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Often working with Full Featured UI and Simple UI codes to create custom interfaces for TS, I noticed that the versions shipped with LV2012 are full of deprecated functions.
Also, most of their implementation go against good LV coding rules.
Re-writing them could be a great idea !
Here's my feedback on the UI:
I ran across a bunch of stuff running VI Analyzer (like 4224 connector panes, nice icons, error handling, etc) and saw some interesting stuff with DET (can't quite remember all of it -- could go back through SCC logs and figure it all out, but that really sucks because I can't revision / get history on individual files -- it's all just one llb in SCC -- but I know some was TestStand UI and some was LabVIEW vi.lib).
One thing that I needed to spend a bunch of time on is that the init/close of the UI has some utilities to remember the control locations at edit time and return them to those locations/sizes when the UI finishes. That's great, but expanding that to support controls/indicators that I add to the UI was PAINFUL, and it would not take much for the out-of-the-box resize engine to take "anything" and work with it, and then adding my custom controls to the engine would be just appending them to the array and I'm done.
Another Idea -- a bunch of the UI extensions have some amount of "add a VI subpanel" nature. How about building that into the full featured UI and show a end-to-end reference architecture.
Working with the dropdown menus -- it is really easy to just accept the TestStand default dropdown menu items for File/Edit/etc. Using the built-in VI's to remove/disable elements from that list takes a bunch of extra coding. (example -- how do you let the user have the normal full featured UI but make sure they cannot select a step to "force Pass" in the runtime UI -- taking that out of the menu (or disabling) should be easier with the out-of-the-box VI's)
Actually, I would completely disagree with the comment about cleaning it up paying special attention to reference handling. I can understand the initial yuck factor for someone first looking at the design and seeing a lot of global variables used for references, but after thinking about it for a long while and using it, I am completely in favor of how they designed the reference management structure (at least for the full featured UI design -- the only one I am familiar with). Yes the LV guidelines say to avoid locals and globals, but I think this is one place that they are well suited, especially since they are used as a write-once-read-many storage and you don't end up with race condition problems. If you've got a good idea for another architecture to use for the reference management, let's hear it out, but don't get scared of globals just because they are globals.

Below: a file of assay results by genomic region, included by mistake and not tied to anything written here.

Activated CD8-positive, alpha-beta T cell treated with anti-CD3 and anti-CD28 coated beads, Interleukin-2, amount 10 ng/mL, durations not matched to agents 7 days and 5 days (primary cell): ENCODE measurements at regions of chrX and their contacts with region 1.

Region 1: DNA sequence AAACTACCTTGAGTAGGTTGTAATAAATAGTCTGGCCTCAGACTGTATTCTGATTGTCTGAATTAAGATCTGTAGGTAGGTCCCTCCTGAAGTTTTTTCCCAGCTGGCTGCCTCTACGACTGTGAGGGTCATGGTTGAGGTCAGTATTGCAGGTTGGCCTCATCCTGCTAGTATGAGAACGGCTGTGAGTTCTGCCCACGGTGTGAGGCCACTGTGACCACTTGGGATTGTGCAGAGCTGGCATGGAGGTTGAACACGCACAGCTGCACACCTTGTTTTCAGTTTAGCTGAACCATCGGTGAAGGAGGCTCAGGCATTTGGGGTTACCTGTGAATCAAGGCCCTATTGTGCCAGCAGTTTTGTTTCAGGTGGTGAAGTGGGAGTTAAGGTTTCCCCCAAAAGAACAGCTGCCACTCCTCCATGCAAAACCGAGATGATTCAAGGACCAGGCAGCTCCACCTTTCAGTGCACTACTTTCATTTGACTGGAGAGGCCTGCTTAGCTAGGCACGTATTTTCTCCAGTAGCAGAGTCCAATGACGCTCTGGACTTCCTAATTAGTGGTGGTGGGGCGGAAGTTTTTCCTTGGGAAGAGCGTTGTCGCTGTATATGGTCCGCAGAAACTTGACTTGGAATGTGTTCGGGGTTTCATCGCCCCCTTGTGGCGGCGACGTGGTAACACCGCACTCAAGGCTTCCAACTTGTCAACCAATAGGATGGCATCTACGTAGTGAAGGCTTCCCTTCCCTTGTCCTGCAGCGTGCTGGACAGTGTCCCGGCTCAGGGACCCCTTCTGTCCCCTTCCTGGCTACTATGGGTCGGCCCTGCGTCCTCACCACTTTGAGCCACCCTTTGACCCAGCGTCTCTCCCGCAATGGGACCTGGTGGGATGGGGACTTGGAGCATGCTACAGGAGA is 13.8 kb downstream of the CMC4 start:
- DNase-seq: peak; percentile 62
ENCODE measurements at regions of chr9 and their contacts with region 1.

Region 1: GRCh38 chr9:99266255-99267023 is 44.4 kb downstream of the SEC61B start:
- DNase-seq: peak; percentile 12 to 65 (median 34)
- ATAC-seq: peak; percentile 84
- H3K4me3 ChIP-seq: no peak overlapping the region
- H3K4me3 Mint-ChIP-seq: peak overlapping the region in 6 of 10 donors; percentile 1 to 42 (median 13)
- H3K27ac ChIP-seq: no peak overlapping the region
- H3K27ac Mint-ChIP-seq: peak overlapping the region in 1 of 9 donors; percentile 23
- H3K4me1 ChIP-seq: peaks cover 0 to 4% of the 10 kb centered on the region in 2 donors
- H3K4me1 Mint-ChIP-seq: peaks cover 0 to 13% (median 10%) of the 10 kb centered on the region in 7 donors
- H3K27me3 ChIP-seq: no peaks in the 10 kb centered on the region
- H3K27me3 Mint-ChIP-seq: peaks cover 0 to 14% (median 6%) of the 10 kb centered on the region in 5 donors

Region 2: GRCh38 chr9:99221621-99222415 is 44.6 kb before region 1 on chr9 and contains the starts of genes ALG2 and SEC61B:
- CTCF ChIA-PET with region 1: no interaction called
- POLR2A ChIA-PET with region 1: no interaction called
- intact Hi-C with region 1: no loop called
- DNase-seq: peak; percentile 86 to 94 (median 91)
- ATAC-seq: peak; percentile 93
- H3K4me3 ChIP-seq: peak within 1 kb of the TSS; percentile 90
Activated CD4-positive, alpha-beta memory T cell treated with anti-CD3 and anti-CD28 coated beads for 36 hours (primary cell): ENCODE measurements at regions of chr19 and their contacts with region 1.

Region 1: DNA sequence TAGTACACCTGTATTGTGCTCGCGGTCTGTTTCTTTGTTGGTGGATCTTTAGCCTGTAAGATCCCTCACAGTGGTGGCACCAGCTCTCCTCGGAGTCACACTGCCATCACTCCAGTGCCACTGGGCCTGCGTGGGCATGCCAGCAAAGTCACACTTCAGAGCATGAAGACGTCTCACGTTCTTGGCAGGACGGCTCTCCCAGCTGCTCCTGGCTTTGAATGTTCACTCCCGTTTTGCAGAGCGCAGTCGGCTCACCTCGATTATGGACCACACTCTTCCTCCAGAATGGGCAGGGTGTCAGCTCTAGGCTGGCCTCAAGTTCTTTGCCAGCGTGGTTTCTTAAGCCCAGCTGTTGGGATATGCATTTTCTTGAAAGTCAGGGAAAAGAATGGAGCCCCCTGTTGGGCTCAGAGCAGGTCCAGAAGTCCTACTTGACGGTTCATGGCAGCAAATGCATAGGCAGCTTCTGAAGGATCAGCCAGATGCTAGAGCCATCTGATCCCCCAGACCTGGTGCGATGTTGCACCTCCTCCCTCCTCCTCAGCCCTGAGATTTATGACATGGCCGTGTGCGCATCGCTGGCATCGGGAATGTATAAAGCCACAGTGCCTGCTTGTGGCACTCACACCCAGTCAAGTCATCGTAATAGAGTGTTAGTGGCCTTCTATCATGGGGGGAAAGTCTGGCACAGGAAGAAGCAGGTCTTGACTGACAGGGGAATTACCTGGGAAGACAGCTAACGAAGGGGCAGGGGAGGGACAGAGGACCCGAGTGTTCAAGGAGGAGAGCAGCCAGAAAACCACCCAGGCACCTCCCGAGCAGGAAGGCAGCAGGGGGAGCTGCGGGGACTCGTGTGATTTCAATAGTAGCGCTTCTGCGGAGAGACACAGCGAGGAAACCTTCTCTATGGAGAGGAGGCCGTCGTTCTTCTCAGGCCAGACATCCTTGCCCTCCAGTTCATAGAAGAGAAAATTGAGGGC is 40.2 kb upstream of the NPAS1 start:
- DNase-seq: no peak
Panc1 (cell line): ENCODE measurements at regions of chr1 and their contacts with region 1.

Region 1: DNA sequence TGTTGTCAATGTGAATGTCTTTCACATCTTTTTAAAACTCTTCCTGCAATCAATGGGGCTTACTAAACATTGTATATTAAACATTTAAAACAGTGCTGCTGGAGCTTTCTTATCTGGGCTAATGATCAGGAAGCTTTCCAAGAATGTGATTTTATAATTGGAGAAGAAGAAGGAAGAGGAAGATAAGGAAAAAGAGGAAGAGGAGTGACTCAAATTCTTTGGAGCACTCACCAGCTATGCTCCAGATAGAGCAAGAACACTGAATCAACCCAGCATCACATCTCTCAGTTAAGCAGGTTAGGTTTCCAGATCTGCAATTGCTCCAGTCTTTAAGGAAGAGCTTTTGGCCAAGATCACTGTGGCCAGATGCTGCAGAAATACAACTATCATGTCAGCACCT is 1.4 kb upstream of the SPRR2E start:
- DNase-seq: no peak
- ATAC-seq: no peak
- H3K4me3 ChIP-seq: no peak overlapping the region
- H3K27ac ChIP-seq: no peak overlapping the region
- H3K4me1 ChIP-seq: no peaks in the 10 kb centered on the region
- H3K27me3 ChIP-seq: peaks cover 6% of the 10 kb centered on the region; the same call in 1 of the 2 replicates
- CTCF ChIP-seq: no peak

Hi Warren, i'm not talking about Globals here (i usually don't like them, but in that case they are pretty usefull...), I was more thinking about paying attention on closing references correctly to avoid memory leaks. In additition to clearly do something about Variant casting in Uimesage callbacks which also create memory leaks if don't use a specific function (found on a forum...) to cast them.
Totally agree with the closing reference issue -- I turned that set of problems into a learning exercise for DET and cleared up a bunch. Unfortunately it's hard for me to unwind what exactly was done and which were my personal adds of dangling references and which were there from the reference architecture. (see mini rant above regarding llb's and not being as easy with revision control and diff).
I'd like to add my vote to refactor the full featured UI to adhere to LabVIEW coding guidelines.
While I can see an argument for globals being used for references with the write-once-read-many, if they are discouraged by NI as a blanket policy, then they probably shouldn't be showing up in example code. As an alternative, what do you think about making a cluster with all the references, and housing that in a functional global?
The other things to fix are
Old thread, but I second what Seth is saying about style. One of my shelved projects is cleaning up that code, and I honestly feel that NI should be doing this.
(Locals.BluntnessFilter = False)
I am not the kind of developer who just accepts a codebase and rubber stamps it - I won't put my name on something unless it's up to my standards (or at least company style standards, which I am the author of). Globals, I can make an exception for. ...but deprecated VI Server calls, sequence structures, VI documentation in properties never being set, (yeah it's on the diagram sometimes...), sloppy wiring, connector pain.. The TestStand vi.lib llb contents are pretty amateurish at best in my opinion.
This code is functional, but mediocre LabVIEW code at best. Please fix it - it's the year 2019 and it still has a layer of dust on it.
(P.S. I heart NI and NI developers. Please don't give me a thrashing when I come to Austin! Warren seemed unscathed, but maybe I won't fare as well )
The idea still has a 'new' status since 2013...
But ! The latest API delivered by NI (since TS 2016 I guess) has been re-written. And it is much better. Not perfect yet, but much much better !
Maybe should take a look 😉
And see you at NI Week in a few days if you want to exchange about it 😉
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